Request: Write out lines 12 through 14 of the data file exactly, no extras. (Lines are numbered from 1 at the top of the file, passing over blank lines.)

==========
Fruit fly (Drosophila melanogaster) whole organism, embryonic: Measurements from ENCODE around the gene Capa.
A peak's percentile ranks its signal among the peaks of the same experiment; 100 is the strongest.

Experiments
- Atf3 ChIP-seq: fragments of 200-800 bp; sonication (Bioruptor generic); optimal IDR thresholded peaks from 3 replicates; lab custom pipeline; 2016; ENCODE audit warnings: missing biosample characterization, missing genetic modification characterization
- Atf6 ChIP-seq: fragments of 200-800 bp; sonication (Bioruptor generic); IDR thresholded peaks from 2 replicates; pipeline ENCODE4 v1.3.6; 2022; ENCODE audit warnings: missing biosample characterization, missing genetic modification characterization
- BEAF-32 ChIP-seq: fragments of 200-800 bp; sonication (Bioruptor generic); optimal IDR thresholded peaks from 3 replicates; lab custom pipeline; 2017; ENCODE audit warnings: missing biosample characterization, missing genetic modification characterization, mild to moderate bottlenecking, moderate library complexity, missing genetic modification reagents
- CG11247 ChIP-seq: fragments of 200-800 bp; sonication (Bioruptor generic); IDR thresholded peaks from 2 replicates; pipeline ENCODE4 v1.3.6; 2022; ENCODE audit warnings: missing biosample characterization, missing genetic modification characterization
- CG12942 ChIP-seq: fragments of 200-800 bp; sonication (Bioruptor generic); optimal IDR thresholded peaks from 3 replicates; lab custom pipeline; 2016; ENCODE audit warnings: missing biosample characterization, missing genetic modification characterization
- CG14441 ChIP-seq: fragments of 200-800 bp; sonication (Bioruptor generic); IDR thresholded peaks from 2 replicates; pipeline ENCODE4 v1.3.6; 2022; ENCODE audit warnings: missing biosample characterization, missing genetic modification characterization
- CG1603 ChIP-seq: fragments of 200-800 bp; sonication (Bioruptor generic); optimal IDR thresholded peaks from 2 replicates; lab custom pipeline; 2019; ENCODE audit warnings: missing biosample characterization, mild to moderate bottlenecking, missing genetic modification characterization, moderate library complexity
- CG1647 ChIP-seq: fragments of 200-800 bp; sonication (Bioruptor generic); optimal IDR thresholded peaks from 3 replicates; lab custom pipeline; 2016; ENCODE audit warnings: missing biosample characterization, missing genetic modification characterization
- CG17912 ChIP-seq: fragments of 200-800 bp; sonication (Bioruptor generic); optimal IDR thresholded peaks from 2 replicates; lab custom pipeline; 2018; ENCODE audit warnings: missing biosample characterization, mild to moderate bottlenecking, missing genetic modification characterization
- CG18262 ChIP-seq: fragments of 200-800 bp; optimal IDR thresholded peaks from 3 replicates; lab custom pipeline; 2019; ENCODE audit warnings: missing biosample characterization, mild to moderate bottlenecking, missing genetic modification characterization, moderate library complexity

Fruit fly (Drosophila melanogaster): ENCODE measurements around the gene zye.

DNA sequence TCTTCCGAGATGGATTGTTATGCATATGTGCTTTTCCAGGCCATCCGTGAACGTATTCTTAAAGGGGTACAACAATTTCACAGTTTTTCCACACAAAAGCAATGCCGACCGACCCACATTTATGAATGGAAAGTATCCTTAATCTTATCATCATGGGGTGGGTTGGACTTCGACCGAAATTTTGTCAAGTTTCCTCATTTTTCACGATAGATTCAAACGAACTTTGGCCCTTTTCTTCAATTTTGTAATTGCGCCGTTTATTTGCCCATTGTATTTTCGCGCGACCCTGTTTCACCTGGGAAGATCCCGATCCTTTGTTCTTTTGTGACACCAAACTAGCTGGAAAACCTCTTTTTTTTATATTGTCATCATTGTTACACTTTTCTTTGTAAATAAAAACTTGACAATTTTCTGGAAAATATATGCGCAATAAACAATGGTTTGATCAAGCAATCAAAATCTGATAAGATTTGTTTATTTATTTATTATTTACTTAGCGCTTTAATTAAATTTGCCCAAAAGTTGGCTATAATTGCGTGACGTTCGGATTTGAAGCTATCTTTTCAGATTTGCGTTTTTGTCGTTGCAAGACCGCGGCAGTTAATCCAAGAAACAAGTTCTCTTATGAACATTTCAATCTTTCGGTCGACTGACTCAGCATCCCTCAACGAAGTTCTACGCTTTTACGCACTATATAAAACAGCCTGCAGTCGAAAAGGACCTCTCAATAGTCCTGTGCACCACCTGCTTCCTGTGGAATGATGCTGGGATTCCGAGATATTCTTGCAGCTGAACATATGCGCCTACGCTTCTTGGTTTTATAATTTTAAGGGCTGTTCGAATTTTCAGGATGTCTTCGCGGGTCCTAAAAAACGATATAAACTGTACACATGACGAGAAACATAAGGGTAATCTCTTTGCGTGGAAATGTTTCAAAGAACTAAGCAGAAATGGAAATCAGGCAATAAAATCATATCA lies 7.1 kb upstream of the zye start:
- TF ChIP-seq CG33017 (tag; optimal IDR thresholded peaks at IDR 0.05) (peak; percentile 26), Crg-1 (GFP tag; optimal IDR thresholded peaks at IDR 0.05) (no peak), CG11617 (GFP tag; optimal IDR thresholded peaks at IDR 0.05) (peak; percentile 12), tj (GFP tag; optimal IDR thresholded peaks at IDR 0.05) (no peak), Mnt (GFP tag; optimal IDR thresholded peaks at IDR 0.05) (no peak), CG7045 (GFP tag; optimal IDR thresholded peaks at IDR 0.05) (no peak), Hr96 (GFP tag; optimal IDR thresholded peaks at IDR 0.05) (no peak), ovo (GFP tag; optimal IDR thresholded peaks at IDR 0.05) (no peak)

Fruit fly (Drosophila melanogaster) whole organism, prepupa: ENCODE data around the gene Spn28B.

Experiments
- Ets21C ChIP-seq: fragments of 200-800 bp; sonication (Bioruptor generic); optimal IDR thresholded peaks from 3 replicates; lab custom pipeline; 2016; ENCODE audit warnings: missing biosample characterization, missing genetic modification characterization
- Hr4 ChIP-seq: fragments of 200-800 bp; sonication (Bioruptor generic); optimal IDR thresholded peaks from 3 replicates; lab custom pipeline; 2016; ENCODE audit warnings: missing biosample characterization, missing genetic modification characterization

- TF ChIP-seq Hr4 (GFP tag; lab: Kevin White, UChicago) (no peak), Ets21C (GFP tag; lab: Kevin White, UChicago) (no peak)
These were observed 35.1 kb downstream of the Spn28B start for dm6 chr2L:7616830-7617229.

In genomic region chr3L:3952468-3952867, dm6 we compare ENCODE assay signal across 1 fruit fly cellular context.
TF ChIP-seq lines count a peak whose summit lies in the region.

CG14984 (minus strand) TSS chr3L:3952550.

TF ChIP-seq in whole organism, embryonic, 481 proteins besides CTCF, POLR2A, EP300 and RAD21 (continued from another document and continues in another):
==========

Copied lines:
- CG17912 ChIP-seq: fragments of 200-800 bp; sonication (Bioruptor generic); optimal IDR thresholded peaks from 2 replicates; lab custom pipeline; 2018; ENCODE audit warnings: missing biosample characterization, mild to moderate bottlenecking, missing genetic modification characterization
- CG18262 ChIP-seq: fragments of 200-800 bp; optimal IDR thresholded peaks from 3 replicates; lab custom pipeline; 2019; ENCODE audit warnings: missing biosample characterization, mild to moderate bottlenecking, missing genetic modification characterization, moderate library complexity

Fruit fly (Drosophila melanogaster): ENCODE measurements around the gene zye.